Trickling Filter

A trickling filter, is a fixed-bed, biological reactor that operates under (mostly) aerobic conditions. Pre-settled wastewater is continuously ‘trickled’ or sprayed over the filter. As the water migrates through the pores of the filter, organics are [no-ecompendium]aerobically [no-ecompendium]degraded by the biofilm covering the filter material.

The trickling filter is filled with a high specific surface area material, such as rocks, gravel, shredded PVC bottles, or special pre-formed plastic filter media. A high specific surface provides a large area for biofilm formation. Organisms that grow in the thin biofilm over the surface of the media oxidize the organic load in the wastewater to carbon dioxide and water, while generating new biomass.

The incoming pre-treated wastewater is ‘trickled’ over the filter, e.g., with the use of a rotating sprinkler. In this way, the filter media goes through cycles of being dosed and exposed to air. However, oxygen is depleted within the biomass and the inner layers may be anoxic or anaerobic.

Design Considerations

The filter is usually 1 to 2.5 m deep, but filters packed with lighter plastic filling can be up to 12 m deep.

The ideal filter material is low-cost and durable, has a high surface to volume ratio, is light, and allows air to circulate. Whenever it is available, crushed rock or gravel is the cheapest option. The particles should be uniform and 95% of them should have a diameter between 7 and 10 cm. A material with a specific surface area between 45 and 60 m2/m3 for rocks and 90 to 150 m2/m3 for plastic packing is normally used. Larger pores (as in plastic packing) are less prone to clogging and provide for good air circulation. Primary treatment is also essential to prevent clogging and to ensure efficient treatment.

Adequate air flow is important to ensure sufficient treatment performance and prevent odours.

The underdrains should provide a passageway for air at the maximum filling rate. A perforated slab supports the bottom of the filter, allowing the effluent and excess sludge to be collected. The trickling filter is usually designed with a recirculation pattern for the effluent to improve wetting and flushing of the filter material.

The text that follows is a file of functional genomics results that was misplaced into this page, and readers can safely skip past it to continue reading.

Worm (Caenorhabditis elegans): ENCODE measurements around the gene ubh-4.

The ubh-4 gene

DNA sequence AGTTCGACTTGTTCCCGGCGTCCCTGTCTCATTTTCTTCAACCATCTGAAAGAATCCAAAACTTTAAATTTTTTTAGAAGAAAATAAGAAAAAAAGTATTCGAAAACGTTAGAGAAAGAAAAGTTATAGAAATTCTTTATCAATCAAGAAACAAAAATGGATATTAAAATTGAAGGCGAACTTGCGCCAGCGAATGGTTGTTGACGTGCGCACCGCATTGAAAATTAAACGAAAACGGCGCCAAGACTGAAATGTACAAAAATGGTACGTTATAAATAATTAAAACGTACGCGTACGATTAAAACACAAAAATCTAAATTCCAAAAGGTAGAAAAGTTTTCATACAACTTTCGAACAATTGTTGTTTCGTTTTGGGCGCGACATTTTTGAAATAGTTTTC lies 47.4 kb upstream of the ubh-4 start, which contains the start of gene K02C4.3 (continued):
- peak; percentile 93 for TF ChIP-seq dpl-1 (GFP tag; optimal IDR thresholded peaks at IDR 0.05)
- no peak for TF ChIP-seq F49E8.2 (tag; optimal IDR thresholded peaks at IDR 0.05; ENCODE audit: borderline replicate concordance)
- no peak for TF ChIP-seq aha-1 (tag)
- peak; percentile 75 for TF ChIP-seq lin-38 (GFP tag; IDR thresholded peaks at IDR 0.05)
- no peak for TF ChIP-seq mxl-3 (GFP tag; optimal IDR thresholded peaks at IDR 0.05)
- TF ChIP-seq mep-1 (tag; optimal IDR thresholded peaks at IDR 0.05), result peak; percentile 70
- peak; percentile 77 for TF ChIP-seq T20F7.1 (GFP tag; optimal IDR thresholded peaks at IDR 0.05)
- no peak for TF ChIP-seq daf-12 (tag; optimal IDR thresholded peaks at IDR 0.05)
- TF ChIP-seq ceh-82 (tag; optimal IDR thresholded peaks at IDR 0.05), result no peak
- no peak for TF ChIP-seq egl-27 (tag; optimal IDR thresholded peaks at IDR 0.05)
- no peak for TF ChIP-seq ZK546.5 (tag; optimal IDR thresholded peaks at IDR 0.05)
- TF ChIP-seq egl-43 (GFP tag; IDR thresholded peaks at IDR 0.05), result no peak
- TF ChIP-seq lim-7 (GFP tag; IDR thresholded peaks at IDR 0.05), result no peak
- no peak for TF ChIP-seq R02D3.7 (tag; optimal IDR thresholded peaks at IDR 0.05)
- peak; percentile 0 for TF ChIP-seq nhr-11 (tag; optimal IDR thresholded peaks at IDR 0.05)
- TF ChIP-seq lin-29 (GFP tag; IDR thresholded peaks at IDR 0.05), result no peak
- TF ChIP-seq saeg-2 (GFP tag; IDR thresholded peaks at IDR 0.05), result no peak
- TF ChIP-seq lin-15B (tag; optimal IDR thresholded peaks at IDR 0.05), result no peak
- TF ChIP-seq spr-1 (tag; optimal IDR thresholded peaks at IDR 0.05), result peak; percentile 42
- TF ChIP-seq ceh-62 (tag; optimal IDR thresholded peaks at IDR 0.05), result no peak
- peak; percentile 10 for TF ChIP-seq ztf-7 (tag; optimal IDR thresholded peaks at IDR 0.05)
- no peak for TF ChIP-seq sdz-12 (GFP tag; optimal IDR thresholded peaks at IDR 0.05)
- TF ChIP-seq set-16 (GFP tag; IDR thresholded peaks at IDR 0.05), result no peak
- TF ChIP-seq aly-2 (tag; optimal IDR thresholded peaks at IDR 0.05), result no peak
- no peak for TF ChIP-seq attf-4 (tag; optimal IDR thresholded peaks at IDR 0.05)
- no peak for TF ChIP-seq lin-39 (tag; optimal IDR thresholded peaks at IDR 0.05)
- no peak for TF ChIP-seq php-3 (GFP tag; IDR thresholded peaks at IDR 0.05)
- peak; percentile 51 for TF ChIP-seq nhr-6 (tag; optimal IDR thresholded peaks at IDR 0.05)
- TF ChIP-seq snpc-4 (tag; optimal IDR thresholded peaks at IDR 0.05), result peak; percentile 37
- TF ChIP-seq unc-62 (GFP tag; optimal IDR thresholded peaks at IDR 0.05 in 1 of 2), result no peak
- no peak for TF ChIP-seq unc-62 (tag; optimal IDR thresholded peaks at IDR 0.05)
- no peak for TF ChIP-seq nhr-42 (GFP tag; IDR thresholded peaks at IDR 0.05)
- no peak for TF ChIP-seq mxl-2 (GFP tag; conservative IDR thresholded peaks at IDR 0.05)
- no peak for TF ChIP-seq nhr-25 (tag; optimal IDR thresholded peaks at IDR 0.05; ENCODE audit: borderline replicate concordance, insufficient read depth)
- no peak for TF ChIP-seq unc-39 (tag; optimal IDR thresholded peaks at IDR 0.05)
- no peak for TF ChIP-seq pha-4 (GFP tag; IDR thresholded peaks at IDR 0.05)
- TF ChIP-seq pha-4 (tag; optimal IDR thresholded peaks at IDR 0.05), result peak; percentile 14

With time, the biomass will grow thick and the attached layer will be deprived of oxygen; it will enter an endogenous state, will lose its ability to stay attached and will slough off. High-rate loading conditions will also cause sloughing. The collected effluent should be clarified in a settling tank to remove any biomass that may have dislodged from the filter. The hydraulic and nutrient loading rate (i.e., how much wastewater can be applied to the filter) is determined based on the characteristics of the wastewater, the type of filter media, the ambient temperature, and the discharge requirements.

Appropriateness

This technology can only be used following primary clarification since high solids loading will cause the filter to clog. A low-energy (gravity) trickling system can be designed, but in general, a continuous supply of power and wastewater is required.

Compared to other technologies (e.g., Waste Stabilization Ponds), trickling filters are compact, although they are still best suited for peri-urban or large, rural settlements.

Health Aspects/Acceptance

Odour and fly problems require that the filter be built away from homes and businesses. Appropriate measures must be taken for pre- and primary treatment, effluent discharge and solids treatment, all of which can still pose health risks.

Operation and Maintenance

A skilled operator is required to monitor the filter and repair the pump in case of problems. The sludge that accumulates on the filter must be periodically washed away to prevent clogging and keep the biofilm thin and aerobic. High hydraulic loading rates (flushing doses) can be used to flush the filter. Optimum dosing rates and flushing frequency should be determined from the field operation.

The packing must be kept moist. This may be problematic at night when the water flow is reduced or when there are power failures.

Snails grazing on the biofilm and filter flies are well known problems associated with trickling filters and must be handled by backwashing and periodic flooding.

References

Further Readings

  • Cover image of a reference book or miscellany.

    GUTTERER, B.; SASSE, L.; PANZERBIETER, T.; RECKERZÜGEL, T.; ULRICH, A. (Editor); REUTER, S. (Editor); GUTTERER, B. (Editor) (2009): Decentralised Wastewater Treatment Systems (DEWATS) and Sanitation in Developing Countries. Loughborough University (UK): Water Engineering and Deveopment Centre (WEDC). URL [Accessed: 20.03.2014]. PDF

    This document speaks about waste water and sanitation strategies in the developing countries. It also advocates the use of DEWATS as sustainable treatment of waste water at a local level backing it up with case studies from different countries. It describes various options available for sanitation and waste water treatment. It gives an idea of planning and executing CBS programs.

  • Cover image of a reference book or miscellany.

    U.S.EPA (Editor) (2000): Trickling Filters Nitrification. United States Environment Protection Agency. URL [Accessed: 17.05.2012]. PDF

    Short factsheet on nitrification in trickling filters (form the United States Environment Protection Agency (EPA).